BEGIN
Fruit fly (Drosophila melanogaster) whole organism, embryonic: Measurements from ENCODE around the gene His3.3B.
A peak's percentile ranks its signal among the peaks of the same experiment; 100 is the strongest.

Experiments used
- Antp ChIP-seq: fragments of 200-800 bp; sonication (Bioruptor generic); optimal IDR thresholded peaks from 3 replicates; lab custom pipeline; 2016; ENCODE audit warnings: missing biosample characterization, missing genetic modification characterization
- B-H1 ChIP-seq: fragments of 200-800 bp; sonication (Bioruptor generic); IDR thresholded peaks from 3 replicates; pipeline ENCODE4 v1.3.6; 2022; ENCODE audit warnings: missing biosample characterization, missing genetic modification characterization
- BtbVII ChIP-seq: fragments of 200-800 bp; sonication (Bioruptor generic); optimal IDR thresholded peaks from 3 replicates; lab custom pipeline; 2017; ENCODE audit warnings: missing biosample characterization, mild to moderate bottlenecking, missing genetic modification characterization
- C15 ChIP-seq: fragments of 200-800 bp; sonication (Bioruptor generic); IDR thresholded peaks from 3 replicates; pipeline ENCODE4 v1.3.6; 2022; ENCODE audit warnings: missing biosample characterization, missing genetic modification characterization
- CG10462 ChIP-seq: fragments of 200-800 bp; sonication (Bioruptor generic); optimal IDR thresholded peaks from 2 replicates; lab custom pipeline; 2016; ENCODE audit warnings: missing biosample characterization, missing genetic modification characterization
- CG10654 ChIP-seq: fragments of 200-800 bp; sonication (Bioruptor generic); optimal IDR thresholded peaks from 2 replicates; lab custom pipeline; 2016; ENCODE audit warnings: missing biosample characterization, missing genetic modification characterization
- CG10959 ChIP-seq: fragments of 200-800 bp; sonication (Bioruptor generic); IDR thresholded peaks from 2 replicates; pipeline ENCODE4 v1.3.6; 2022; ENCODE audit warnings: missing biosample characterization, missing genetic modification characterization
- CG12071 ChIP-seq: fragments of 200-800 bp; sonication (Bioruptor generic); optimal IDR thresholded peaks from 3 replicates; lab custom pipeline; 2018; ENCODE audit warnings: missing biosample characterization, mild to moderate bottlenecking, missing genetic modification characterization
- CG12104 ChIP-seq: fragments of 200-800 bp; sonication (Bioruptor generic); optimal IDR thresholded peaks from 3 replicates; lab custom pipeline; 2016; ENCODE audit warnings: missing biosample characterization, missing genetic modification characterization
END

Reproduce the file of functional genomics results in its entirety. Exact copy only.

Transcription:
Fruit fly (Drosophila melanogaster) whole organism, embryonic: Measurements from ENCODE around the gene His3.3B.
A peak's percentile ranks its signal among the peaks of the same experiment; 100 is the strongest.

Experiments used
- Antp ChIP-seq: fragments of 200-800 bp; sonication (Bioruptor generic); optimal IDR thresholded peaks from 3 replicates; lab custom pipeline; 2016; ENCODE audit warnings: missing biosample characterization, missing genetic modification characterization
- B-H1 ChIP-seq: fragments of 200-800 bp; sonication (Bioruptor generic); IDR thresholded peaks from 3 replicates; pipeline ENCODE4 v1.3.6; 2022; ENCODE audit warnings: missing biosample characterization, missing genetic modification characterization
- BtbVII ChIP-seq: fragments of 200-800 bp; sonication (Bioruptor generic); optimal IDR thresholded peaks from 3 replicates; lab custom pipeline; 2017; ENCODE audit warnings: missing biosample characterization, mild to moderate bottlenecking, missing genetic modification characterization
- C15 ChIP-seq: fragments of 200-800 bp; sonication (Bioruptor generic); IDR thresholded peaks from 3 replicates; pipeline ENCODE4 v1.3.6; 2022; ENCODE audit warnings: missing biosample characterization, missing genetic modification characterization
- CG10462 ChIP-seq: fragments of 200-800 bp; sonication (Bioruptor generic); optimal IDR thresholded peaks from 2 replicates; lab custom pipeline; 2016; ENCODE audit warnings: missing biosample characterization, missing genetic modification characterization
- CG10654 ChIP-seq: fragments of 200-800 bp; sonication (Bioruptor generic); optimal IDR thresholded peaks from 2 replicates; lab custom pipeline; 2016; ENCODE audit warnings: missing biosample characterization, missing genetic modification characterization
- CG10959 ChIP-seq: fragments of 200-800 bp; sonication (Bioruptor generic); IDR thresholded peaks from 2 replicates; pipeline ENCODE4 v1.3.6; 2022; ENCODE audit warnings: missing biosample characterization, missing genetic modification characterization
- CG12071 ChIP-seq: fragments of 200-800 bp; sonication (Bioruptor generic); optimal IDR thresholded peaks from 3 replicates; lab custom pipeline; 2018; ENCODE audit warnings: missing biosample characterization, mild to moderate bottlenecking, missing genetic modification characterization
- CG12104 ChIP-seq: fragments of 200-800 bp; sonication (Bioruptor generic); optimal IDR thresholded peaks from 3 replicates; lab custom pipeline; 2016; ENCODE audit warnings: missing biosample characterization, missing genetic modification characterization